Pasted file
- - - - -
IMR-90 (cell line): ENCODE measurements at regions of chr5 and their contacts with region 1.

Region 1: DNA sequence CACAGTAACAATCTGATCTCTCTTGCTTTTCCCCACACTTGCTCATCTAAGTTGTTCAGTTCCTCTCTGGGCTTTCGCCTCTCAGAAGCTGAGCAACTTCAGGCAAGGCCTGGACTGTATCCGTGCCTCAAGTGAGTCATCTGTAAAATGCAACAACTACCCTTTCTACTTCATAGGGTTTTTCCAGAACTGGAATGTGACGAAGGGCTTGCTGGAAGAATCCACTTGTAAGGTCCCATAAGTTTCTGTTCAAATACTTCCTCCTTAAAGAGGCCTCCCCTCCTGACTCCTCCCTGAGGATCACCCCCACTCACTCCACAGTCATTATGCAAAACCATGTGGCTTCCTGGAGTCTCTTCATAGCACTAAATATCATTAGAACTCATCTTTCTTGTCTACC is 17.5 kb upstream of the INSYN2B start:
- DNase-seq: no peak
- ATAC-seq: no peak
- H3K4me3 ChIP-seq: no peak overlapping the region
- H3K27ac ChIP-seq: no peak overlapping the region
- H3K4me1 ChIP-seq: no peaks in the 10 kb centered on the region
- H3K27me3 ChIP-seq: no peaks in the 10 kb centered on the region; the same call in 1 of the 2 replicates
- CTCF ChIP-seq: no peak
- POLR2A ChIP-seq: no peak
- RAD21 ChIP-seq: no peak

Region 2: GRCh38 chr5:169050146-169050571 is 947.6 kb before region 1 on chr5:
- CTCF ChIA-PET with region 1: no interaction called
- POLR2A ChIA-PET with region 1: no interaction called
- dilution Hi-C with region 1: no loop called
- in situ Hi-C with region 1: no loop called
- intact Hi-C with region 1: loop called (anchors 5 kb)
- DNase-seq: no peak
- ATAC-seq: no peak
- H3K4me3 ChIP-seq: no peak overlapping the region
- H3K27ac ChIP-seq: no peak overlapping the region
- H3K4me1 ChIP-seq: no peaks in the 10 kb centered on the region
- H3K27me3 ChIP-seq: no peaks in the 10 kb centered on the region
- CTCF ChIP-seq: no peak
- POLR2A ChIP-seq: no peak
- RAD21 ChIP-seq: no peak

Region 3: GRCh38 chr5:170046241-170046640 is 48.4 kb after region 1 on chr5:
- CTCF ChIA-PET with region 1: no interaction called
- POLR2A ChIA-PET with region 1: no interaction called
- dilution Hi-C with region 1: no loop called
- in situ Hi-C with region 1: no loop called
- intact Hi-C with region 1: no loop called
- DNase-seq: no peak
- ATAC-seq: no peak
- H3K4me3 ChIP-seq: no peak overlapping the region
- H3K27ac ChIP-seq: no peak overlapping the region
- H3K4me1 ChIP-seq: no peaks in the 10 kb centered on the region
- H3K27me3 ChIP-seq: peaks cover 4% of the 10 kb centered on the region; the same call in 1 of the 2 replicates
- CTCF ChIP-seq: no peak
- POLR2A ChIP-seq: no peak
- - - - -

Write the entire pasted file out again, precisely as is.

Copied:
IMR-90 (cell line): ENCODE measurements at regions of chr5 and their contacts with region 1.

Region 1: DNA sequence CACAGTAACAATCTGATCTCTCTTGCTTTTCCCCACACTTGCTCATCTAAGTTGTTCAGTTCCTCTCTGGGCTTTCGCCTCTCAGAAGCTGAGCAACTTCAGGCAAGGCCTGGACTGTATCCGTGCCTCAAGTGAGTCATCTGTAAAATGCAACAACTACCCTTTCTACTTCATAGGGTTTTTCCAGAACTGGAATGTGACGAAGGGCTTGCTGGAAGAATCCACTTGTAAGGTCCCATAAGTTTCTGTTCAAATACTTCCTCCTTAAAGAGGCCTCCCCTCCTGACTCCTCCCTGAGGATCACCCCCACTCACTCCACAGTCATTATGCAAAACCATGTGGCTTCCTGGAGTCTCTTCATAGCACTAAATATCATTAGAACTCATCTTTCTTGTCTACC is 17.5 kb upstream of the INSYN2B start:
- DNase-seq: no peak
- ATAC-seq: no peak
- H3K4me3 ChIP-seq: no peak overlapping the region
- H3K27ac ChIP-seq: no peak overlapping the region
- H3K4me1 ChIP-seq: no peaks in the 10 kb centered on the region
- H3K27me3 ChIP-seq: no peaks in the 10 kb centered on the region; the same call in 1 of the 2 replicates
- CTCF ChIP-seq: no peak
- POLR2A ChIP-seq: no peak
- RAD21 ChIP-seq: no peak

Region 2: GRCh38 chr5:169050146-169050571 is 947.6 kb before region 1 on chr5:
- CTCF ChIA-PET with region 1: no interaction called
- POLR2A ChIA-PET with region 1: no interaction called
- dilution Hi-C with region 1: no loop called
- in situ Hi-C with region 1: no loop called
- intact Hi-C with region 1: loop called (anchors 5 kb)
- DNase-seq: no peak
- ATAC-seq: no peak
- H3K4me3 ChIP-seq: no peak overlapping the region
- H3K27ac ChIP-seq: no peak overlapping the region
- H3K4me1 ChIP-seq: no peaks in the 10 kb centered on the region
- H3K27me3 ChIP-seq: no peaks in the 10 kb centered on the region
- CTCF ChIP-seq: no peak
- POLR2A ChIP-seq: no peak
- RAD21 ChIP-seq: no peak

Region 3: GRCh38 chr5:170046241-170046640 is 48.4 kb after region 1 on chr5:
- CTCF ChIA-PET with region 1: no interaction called
- POLR2A ChIA-PET with region 1: no interaction called
- dilution Hi-C with region 1: no loop called
- in situ Hi-C with region 1: no loop called
- intact Hi-C with region 1: no loop called
- DNase-seq: no peak
- ATAC-seq: no peak
- H3K4me3 ChIP-seq: no peak overlapping the region
- H3K27ac ChIP-seq: no peak overlapping the region
- H3K4me1 ChIP-seq: no peaks in the 10 kb centered on the region
- H3K27me3 ChIP-seq: peaks cover 4% of the 10 kb centered on the region; the same call in 1 of the 2 replicates
- CTCF ChIP-seq: no peak
- POLR2A ChIP-seq: no peak